Facebook, MySpace, and crossdomain.xml

06 Nov 2009

Thanks to the recent recurrence of a vulnerability I wrote about a few years ago and a gentle prod from Simon, I decided it would be good to write about the dangers of cross-domain Ajax with Flash again.

If you read about this story on TechCrunch, note that the "write up explaining all the details" is about an unrelated vulnerability.

I'll try to briefly explain the problem and then show how it relates to Facebook and MySpace. For more background information, please refer to these prior posts:

Web technologies that abide by the same-origin policy cannot reside on one site and interact with another. To be a little more specific, if you visit my site, I can't make you update your status on Twitter . If I want to try, I need to get you to send an HTTP request similar to the following:

  1. POST /status/update HTTP/1.1
  2. Host: twitter.com
  3. Content-Type: application/x-www-form-urlencoded; charset=UTF-8
  4. X-Requested-With: XMLHttpRequest
  5. Referer: http://twitter.com/
  6. Content-Length: 66
  8. authenticity_token=snuffleupagus&status=@shiflett+made+me+do+this.

If I use JavaScript to do this, the request is sent from you to Twitter, so it also includes any cookies Twitter uses to identify you. (I did not include the Cookie header in this example, because it's really long.) Would this work? Luckily, no, but only because I have to know the value of your authenticity_token, Twitter's anti-CSRF token. (Read my article on CSRF for more information about cross-site request forgeries and anti-CSRF tokens.)

To work around this safeguard, I need to get your anti-CSRF token. If you visit Twitter yourself and view source, you can see it:

  1. <input name="authenticity_token" value="snuffleupagus" type="hidden" />

This token is yours and won't work for anyone else. If I want to forge a request from you, I need to know what your token is. Because you can view source and see your token, you know it's included in the response. I can use JavaScript to send a request from you, but is there a way I can also read the response?

Yes, there is. Meet XMLHttpRequest(), often abbreviated as XHR, the method most closely associated with Ajax. If I use XHR to send a request from you (to Twitter) and read the response, I can find your token and use that to update your status. Would this work? Luckily, no, because XHR abides by the same-origin policy. I can only use XHR to send requests that are considered to be within the same origin, so I cannot use XHR on my site to send a request (from you) to Twitter, a different site.

Enter crossdomain.xml. Flash supports cross-domain Ajax using an opt-in model, where the receiving site has to give permission. For example, I could make you update your Twitter status if Twitter’s cross-domain policy file let me:

  1. <?xml version="1.0"?>
  2. <!DOCTYPE cross-domain-policy SYSTEM
  3. "http://www.adobe.com/xml/dtds/cross-domain-policy.dtd">
  5. <cross-domain-policy>
  6.   <allow-access-from domain="shiflett.org" />
  7. </cross-domain-policy>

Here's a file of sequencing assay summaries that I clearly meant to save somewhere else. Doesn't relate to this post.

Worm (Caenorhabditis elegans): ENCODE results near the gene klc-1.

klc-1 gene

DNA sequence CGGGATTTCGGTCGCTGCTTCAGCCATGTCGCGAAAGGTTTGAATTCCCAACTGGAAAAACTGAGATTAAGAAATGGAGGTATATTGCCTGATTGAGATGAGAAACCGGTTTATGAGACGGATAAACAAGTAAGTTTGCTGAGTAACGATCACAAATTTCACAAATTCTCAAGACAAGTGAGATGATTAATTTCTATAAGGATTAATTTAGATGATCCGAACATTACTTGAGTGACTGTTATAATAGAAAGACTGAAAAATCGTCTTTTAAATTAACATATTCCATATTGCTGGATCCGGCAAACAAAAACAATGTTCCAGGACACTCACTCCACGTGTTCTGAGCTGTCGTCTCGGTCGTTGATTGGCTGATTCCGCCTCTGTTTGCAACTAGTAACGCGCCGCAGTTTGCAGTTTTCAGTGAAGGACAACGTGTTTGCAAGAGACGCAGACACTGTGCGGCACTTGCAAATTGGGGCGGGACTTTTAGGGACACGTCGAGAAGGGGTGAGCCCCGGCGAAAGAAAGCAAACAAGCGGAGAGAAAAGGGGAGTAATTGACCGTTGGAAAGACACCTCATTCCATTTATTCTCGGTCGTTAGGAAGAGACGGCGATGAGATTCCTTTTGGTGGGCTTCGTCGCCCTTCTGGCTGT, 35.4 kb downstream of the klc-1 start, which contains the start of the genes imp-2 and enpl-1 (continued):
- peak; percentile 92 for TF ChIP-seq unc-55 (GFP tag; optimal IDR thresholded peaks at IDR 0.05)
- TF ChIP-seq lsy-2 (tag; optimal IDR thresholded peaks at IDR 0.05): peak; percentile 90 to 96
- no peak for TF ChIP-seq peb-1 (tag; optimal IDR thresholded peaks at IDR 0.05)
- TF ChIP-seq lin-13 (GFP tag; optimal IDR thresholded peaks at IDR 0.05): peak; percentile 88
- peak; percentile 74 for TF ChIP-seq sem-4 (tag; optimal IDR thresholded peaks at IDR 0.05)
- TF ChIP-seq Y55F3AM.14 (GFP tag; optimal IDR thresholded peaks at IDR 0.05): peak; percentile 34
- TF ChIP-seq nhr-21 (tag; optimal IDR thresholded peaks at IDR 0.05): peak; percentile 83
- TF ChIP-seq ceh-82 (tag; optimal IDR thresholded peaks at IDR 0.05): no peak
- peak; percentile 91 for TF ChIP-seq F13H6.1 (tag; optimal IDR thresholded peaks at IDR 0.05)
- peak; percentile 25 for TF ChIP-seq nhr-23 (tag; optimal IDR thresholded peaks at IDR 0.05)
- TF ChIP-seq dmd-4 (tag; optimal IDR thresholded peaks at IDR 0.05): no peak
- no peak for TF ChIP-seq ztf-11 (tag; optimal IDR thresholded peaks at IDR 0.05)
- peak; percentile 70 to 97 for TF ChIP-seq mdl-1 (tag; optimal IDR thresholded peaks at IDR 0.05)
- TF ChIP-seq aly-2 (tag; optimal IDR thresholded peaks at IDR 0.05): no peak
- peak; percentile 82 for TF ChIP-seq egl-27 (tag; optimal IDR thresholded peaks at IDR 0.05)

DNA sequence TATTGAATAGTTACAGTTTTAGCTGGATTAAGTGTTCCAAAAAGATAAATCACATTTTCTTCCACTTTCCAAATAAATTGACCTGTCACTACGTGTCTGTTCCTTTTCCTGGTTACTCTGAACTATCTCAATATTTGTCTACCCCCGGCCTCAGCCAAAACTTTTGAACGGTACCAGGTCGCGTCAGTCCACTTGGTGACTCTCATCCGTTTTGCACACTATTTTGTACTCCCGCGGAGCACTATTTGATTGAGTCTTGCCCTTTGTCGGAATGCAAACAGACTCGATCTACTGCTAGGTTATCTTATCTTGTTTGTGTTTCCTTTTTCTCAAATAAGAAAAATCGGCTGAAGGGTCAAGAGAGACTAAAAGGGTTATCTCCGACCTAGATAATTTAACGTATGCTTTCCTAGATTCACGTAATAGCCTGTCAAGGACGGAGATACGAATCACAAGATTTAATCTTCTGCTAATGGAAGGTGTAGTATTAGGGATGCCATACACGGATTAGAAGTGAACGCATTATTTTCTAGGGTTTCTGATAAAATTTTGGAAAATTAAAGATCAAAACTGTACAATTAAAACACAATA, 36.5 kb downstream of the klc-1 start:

Luckily for you, Twitter doesn't trust me. More accurately, they don't force you to trust me. This is where open cross-domain policy files like the following are dangerous:

  1. <?xml version="1.0"?>
  2. <!DOCTYPE cross-domain-policy SYSTEM
  3. "http://www.adobe.com/xml/dtds/cross-domain-policy.dtd">
  5. <cross-domain-policy>
  6.   <allow-access-from domain="*" />
  7. </cross-domain-policy>

A few days ago, Yvo Schaap realized that Facebook Connect not only had an open cross-domain policy file, but also had a complete running copy of the Facebook site. (As evidence, here's the home page within the www.connect.facebook.com domain. If you're logged in, you'll be recognized.)

In other words, Yvo found another site with the same vulnerability that has plagued so many others, including Flickr, YouTube, Yahoo, and Adobe. (Cue Queen.)

If someone can update your status, simpler exploits are also possible. For example, someone can effectively browse Twitter as you, possibly reading private updates from your friends with protected accounts. Because Facebook was vulnerable to this type of exploit, your personal information could have been exposed if one of your friends was exploited, even if you weren't.

MySpace made a similar mistake. Although their cross-domain policy file was not open, it trusted farm.sproutbuilder.com (Sprout Builder), a site that allows users to upload their own .swf (Flash) files, thereby gaining complete access to MySpace.

I'm glad Yvo waited until these vulnerabilities were fixed before blogging about them. Unfortunately, I already let the cat out of the bag a few years ago. Hopefully more people will pay attention this time and tread carefully when using crossdomain.xml. Adobe's own site has finally been fixed, so you no longer have to ignore the hypocrisy of their usage recommendations:

Using a cross-domain policy file could expose your site to various attacks. Please read this document before hosting a cross-domain policy.

Thanks to Jon, Sean, and Simon for reviewing a draft of this post.